Thursday, December 27, 2012

Philippine updates: Philippines: First country in Southeast Asia to adopt ecological footprint accounting

Philippines: First country in Southeast Asia to adopt ecological footprint accounting

(Manila, Philippines) - The Philippines has been known to be one of the countries with the highest biological diversity, endowed with a wealth of natural resources. However, a new report, the first of its kind in Southeast Asia, commissioned by the Climate Change Commission (CCC) shows that the country had entered into a situation of ecological deficit since the mid-1960’s and the gap continues to widen.
According to “A Measure for Resilience: 2102 Report on the Ecological Footprint of the Philippines,” the report prepared by the Global Footprint Network, sustainable management of resources in the Philippines can help the emerging economy address its goals of greatly reducing poverty in the context of inclusive growth. Conversely, failure to manage the impacts of development on the environment will hamper efforts to better the lives of its people. 
The newly released Report shows that the human footprint on the environment has surpassed the ability of nature to sustainably provide for the needs of the populace and if allowed to deteriorate, may jeopardize the advancement of human development. 
The report points to overharvested fisheries, diminishing forests, unproductive croplands, built-up areas, and livestock impacts, and carbon emissions as key areas of concern. The CCC has adopted the Ecological Footprint as a tool to measure the productive area of land and water required to provide for the resources that the Philippine populace needs for its consumption and absorb its wastes. 
As of 2008, Filipinos have been using more than twice the biological capacity of the Philippines. The ecological footprint of the average Filipino stood at 1.3 global hectares in 2008. This means that every Filipino required 1.3 hectares of productive land and water to provide for his needs and absorb waste. However, the available biological capacity in the Philippines for every resident was only 0.6 global hectares. The difference – 0.7 hectares is the ecological deficit.
In a message supporting the Report, President Benigno S. Aquino III asserted that “indeed, the time is right, for ecological accounting,” referring to the work of the CCC showing the way forward in embarking on the critical exercise of examining the country’s ecological footprint in relation to its biological capacity.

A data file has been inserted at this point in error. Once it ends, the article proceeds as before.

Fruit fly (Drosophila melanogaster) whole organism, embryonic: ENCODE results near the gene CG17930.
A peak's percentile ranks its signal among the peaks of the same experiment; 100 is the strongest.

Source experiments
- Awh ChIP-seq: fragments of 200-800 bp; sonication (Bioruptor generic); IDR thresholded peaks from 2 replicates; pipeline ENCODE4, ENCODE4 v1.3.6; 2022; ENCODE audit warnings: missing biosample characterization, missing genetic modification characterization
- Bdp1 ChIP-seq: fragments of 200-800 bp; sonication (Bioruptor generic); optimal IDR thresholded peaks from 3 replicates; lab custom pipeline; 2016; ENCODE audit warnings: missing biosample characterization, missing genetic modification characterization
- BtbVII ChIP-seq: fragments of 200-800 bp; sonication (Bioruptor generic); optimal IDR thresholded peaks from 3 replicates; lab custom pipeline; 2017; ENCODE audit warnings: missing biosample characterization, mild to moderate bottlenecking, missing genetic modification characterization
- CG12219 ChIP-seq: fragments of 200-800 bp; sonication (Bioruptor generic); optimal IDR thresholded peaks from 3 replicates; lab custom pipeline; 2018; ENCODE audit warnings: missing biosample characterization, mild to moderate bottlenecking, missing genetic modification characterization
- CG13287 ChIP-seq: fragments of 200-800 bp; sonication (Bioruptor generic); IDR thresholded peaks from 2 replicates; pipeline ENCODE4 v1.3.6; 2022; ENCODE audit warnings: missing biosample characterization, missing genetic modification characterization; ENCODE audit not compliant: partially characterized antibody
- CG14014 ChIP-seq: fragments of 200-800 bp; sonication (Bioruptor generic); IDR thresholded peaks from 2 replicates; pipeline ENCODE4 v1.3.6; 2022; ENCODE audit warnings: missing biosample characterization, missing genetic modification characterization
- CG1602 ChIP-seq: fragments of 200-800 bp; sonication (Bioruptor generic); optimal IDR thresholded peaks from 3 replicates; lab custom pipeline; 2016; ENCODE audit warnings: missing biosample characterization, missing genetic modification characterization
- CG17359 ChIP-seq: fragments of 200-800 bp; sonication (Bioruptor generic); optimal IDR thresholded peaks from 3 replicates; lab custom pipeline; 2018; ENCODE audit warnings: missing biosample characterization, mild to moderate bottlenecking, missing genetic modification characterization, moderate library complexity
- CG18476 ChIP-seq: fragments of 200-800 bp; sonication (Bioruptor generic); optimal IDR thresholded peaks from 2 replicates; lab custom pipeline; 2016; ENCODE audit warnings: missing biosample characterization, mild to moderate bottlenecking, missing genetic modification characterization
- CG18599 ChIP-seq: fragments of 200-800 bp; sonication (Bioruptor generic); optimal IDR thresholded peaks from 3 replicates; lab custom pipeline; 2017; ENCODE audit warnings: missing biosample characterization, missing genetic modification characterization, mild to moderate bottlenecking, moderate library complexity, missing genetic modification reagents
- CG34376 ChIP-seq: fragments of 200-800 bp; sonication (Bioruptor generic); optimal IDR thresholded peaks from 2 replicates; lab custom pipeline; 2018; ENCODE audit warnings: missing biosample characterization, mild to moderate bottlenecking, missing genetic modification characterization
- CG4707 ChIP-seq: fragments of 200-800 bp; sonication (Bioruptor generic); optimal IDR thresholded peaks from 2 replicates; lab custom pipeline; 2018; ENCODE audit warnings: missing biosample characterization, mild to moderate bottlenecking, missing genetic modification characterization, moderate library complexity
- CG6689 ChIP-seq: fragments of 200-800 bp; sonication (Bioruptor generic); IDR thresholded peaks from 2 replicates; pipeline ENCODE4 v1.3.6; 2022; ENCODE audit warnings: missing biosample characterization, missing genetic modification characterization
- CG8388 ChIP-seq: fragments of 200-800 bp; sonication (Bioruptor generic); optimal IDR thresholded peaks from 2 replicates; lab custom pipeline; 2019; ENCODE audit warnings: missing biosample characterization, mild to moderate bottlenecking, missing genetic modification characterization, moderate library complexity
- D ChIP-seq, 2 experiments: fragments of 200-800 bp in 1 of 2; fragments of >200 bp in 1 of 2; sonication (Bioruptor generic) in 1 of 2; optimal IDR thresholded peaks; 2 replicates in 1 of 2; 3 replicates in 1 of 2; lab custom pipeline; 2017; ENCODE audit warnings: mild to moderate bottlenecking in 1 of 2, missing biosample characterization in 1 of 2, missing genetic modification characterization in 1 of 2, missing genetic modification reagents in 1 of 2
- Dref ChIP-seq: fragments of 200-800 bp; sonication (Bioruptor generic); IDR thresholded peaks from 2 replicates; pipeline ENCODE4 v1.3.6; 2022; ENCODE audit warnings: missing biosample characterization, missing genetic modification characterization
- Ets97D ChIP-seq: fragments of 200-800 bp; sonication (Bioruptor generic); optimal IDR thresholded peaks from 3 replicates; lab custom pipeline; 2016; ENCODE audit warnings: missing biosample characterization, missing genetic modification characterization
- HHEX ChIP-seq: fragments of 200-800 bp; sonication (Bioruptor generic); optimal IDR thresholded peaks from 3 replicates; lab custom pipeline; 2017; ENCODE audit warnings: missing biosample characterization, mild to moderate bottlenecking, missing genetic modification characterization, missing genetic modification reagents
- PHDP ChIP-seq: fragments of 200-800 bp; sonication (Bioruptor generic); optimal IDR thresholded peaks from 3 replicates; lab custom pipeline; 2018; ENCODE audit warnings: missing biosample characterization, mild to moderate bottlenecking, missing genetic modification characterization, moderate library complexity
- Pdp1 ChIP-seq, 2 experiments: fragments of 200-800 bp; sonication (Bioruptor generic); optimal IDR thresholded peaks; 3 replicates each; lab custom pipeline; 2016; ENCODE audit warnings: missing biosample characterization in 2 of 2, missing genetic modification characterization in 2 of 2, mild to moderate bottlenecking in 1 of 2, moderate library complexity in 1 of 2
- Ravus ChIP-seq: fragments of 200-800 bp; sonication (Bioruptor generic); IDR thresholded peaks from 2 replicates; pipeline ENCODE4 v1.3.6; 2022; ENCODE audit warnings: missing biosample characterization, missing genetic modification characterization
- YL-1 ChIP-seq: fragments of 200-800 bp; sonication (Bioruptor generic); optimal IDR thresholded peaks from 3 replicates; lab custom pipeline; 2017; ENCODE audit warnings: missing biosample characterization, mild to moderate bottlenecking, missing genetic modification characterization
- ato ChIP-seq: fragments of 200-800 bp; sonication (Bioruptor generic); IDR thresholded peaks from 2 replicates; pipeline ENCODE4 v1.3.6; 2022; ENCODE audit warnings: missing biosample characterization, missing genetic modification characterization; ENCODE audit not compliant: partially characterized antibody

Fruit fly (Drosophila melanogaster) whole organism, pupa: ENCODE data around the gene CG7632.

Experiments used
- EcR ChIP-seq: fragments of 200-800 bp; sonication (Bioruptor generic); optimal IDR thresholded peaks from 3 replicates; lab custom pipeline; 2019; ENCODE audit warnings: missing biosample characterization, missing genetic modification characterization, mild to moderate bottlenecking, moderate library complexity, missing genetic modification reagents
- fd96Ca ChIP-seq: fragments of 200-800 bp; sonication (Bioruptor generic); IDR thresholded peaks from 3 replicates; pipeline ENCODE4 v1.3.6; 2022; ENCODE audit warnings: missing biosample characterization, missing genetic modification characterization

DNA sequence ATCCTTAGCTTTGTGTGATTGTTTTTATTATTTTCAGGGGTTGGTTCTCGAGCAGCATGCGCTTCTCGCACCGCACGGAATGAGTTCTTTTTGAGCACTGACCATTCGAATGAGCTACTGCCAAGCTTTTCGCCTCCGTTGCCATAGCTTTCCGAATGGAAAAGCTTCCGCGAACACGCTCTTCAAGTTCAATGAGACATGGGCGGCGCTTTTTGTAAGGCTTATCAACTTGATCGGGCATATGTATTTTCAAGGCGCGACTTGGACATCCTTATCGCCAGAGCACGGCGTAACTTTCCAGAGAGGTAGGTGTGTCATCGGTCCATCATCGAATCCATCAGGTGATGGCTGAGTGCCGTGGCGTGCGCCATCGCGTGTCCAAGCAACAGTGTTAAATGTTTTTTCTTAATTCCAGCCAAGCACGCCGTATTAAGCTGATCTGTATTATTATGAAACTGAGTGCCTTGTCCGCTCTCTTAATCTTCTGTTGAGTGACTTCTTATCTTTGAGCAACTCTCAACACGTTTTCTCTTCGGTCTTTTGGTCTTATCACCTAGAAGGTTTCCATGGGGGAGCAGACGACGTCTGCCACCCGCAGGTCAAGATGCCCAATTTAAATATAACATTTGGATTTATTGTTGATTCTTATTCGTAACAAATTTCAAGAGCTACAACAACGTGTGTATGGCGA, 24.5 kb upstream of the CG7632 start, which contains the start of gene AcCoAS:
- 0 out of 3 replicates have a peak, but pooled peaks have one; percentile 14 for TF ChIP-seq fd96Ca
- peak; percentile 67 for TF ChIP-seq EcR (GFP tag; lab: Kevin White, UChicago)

“As the Philippines anticipates robust economic growth, stronger trade relations, rapid development, and a growing population, it is necessary to measure the ability of nature to provide for our national goals. Mitigating and adapting to the impacts of a changing global climate mean pursuing prosperity in a manner that ensures the integrity of our vital natural resources and protecting our country from risk,” the President stressed.
The CCC adopted the Ecological Footprint approach as a way of understanding how resilience to climate change may be enhanced. In the face of the global climate change crisis, the Philippines has embarked on a dynamic process towards building a roadmap that serves as the basis for the national response to climate change, establishing an agenda upon which the country pursues concrete actions to confront the impacts of a changing climate and work towards its sustainable development goals. 
The President of the Global Footprint Network, Mathis Wackernagel underscored the importance of ecological accounting in economic decision making. “We see ever more evidence that resource constraints have become an increasingly significant determinant of economic success in the 21st century. Yet most economic decisions are made as if this part of the equation did not exist,” said Wackernagel. 
Through the National Strategic Framework on Climate Change and the National Climate Change Action Plan, the country pursues its vision of a climate-risk resilient Philippines with healthy, safe, prosperous and self-reliant communities, and thriving and productive ecosystems. 
Climate Change Commissioner Lucille Sering emphasized the importance of the ecological footprint study in the implementation of the National Climate Change Action Plan. “The country clearly views the climate change challenge as an opportunity to effect transformation across the widest possible range of sectors and has closely identified its response to climate change with the pursuit of sustainable development.  The measurement of the national Ecological Footprint and biological capacity therefore plays a crucial role in the implementation of the National Climate Change Action Plan. Building resilience against climate change means managing risk. We cannot manage what we cannot measure,” Sering said.
The sobering nature of the findings notwithstanding, the President highlighted the spirited character of the Filipino people. “Filipinos have shown time and again that we are a resilient people. Together, we can make the Philippines a model of true sustainable development in the region and the rest of the world.”
The production of the report was supported by the AgenceFrancaise de Developpment (AFD). The next phase of the project intends to examine the ecological footprint and biological capacity of Metro Manila, with the Laguna Lake Development Authority and the Metro Manila Development Authority (MMDA) as key partners. 
For more information:
Usec. Naderev M. Saño
Commissioner, Climate Change Commission
Mobile:  +63 908 8935168

Download the report "A Measure for Resilience: 2102 Report on the Ecological Footprint of the Philippines" at

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